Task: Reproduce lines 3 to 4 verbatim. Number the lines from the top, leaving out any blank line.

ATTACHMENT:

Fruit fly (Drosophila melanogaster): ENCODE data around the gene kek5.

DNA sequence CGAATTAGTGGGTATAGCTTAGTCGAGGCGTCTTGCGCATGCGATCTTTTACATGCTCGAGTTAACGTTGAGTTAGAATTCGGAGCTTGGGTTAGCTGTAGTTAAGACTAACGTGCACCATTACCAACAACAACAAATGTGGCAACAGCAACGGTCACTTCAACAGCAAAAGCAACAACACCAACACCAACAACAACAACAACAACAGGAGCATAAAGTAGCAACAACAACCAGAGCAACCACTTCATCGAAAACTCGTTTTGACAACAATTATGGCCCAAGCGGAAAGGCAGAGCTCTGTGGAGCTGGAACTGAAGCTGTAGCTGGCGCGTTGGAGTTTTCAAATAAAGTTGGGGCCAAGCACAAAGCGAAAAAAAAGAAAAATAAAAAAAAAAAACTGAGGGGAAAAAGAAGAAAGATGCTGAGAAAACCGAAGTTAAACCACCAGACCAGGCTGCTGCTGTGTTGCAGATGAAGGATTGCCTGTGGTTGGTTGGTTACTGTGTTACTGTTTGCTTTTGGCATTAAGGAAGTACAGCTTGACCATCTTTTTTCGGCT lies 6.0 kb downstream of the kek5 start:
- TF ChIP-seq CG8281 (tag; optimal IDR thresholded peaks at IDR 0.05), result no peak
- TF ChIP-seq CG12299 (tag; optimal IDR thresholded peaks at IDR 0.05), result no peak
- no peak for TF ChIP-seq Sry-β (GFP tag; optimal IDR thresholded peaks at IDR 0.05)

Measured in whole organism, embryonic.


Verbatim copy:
- TF ChIP-seq CG8281 (tag; optimal IDR thresholded peaks at IDR 0.05), result no peak
- TF ChIP-seq CG12299 (tag; optimal IDR thresholded peaks at IDR 0.05), result no peak